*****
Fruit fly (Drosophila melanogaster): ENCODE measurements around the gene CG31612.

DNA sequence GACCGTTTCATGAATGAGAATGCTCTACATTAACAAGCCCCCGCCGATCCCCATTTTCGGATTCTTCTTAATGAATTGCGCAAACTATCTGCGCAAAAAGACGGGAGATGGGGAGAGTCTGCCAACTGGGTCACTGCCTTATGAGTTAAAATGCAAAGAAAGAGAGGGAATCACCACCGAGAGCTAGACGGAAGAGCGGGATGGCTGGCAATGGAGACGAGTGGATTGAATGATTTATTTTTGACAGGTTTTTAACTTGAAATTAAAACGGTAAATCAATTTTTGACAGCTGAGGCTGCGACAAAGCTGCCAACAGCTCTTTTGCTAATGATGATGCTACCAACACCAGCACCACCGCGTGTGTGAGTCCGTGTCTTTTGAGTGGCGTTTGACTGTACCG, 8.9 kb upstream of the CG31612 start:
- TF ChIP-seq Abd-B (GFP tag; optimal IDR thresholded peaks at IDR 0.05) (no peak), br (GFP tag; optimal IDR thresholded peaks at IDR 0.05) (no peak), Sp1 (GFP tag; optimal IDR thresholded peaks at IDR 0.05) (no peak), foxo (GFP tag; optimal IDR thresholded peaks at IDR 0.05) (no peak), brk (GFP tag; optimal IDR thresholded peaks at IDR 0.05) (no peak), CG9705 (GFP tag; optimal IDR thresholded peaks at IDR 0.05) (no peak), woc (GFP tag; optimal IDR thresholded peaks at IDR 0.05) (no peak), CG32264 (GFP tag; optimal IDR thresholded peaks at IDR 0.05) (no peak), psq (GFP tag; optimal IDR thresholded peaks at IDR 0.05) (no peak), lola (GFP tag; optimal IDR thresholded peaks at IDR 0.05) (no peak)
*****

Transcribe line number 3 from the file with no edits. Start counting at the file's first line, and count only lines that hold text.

- TF ChIP-seq Abd-B (GFP tag; optimal IDR thresholded peaks at IDR 0.05) (no peak), br (GFP tag; optimal IDR thresholded peaks at IDR 0.05) (no peak), Sp1 (GFP tag; optimal IDR thresholded peaks at IDR 0.05) (no peak), foxo (GFP tag; optimal IDR thresholded peaks at IDR 0.05) (no peak), brk (GFP tag; optimal IDR thresholded peaks at IDR 0.05) (no peak), CG9705 (GFP tag; optimal IDR thresholded peaks at IDR 0.05) (no peak), woc (GFP tag; optimal IDR thresholded peaks at IDR 0.05) (no peak), CG32264 (GFP tag; optimal IDR thresholded peaks at IDR 0.05) (no peak), psq (GFP tag; optimal IDR thresholded peaks at IDR 0.05) (no peak), lola (GFP tag; optimal IDR thresholded peaks at IDR 0.05) (no peak)